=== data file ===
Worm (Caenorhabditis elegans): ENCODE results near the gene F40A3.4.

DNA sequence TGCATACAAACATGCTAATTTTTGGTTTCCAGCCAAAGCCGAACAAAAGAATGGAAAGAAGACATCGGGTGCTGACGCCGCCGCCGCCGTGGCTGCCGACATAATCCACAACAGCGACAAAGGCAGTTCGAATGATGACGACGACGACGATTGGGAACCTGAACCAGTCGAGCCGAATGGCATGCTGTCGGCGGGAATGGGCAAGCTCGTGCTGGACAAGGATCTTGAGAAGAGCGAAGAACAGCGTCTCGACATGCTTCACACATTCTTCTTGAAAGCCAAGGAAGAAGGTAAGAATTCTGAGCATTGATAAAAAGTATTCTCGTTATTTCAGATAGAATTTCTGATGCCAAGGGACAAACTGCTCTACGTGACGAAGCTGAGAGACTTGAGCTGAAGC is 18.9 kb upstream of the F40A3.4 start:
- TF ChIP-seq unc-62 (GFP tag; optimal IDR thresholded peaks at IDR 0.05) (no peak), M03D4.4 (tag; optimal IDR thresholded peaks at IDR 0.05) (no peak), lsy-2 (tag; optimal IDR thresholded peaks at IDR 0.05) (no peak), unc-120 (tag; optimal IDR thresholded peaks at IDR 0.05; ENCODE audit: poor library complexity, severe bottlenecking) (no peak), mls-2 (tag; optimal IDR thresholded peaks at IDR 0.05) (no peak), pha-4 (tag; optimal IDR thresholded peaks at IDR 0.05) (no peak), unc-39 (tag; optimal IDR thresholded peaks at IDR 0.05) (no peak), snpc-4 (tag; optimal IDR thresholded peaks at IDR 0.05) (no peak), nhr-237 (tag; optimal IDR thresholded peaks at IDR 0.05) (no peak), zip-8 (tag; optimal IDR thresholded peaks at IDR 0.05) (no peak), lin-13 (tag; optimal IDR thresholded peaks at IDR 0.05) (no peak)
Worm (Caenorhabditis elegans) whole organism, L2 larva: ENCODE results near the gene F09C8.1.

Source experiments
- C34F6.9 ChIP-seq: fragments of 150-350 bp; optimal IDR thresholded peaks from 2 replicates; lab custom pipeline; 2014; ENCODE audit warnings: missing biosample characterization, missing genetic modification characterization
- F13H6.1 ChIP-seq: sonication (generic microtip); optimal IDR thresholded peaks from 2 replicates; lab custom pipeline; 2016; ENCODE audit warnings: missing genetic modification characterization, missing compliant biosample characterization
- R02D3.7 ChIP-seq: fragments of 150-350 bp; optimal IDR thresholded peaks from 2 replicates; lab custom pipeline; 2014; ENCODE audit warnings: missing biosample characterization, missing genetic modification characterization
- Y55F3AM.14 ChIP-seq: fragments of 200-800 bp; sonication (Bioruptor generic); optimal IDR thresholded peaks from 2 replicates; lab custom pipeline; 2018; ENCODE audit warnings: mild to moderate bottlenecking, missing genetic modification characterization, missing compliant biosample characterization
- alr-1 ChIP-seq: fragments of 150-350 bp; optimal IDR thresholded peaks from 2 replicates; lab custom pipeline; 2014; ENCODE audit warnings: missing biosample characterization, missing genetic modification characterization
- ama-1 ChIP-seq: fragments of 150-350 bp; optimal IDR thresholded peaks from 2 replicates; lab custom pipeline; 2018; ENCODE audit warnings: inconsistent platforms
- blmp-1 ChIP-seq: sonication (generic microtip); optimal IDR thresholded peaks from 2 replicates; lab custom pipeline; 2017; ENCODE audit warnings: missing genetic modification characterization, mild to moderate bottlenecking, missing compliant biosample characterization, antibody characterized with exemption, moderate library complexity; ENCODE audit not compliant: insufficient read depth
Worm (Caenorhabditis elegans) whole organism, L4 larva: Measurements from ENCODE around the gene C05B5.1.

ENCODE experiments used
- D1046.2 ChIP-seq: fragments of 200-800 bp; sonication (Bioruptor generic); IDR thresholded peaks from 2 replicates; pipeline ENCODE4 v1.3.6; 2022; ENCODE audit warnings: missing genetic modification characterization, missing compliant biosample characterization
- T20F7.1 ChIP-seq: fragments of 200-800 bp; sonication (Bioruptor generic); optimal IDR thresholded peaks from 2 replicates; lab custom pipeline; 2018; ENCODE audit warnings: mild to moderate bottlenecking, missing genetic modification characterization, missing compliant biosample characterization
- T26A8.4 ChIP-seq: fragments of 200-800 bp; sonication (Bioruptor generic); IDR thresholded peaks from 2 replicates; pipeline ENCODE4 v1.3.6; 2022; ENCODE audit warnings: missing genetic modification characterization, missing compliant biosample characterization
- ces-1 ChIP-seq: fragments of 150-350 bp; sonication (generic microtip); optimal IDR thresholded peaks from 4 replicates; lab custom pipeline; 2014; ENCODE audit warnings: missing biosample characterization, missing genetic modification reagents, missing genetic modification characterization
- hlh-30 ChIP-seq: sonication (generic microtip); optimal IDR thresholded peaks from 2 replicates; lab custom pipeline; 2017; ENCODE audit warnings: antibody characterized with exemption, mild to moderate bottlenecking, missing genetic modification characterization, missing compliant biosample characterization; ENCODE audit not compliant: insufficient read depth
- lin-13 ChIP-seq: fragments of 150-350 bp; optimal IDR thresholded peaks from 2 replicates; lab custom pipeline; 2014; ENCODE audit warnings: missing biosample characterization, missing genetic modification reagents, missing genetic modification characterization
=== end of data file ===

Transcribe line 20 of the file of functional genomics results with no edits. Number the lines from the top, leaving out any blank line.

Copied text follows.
- lin-13 ChIP-seq: fragments of 150-350 bp; optimal IDR thresholded peaks from 2 replicates; lab custom pipeline; 2014; ENCODE audit warnings: missing biosample characterization, missing genetic modification reagents, missing genetic modification characterization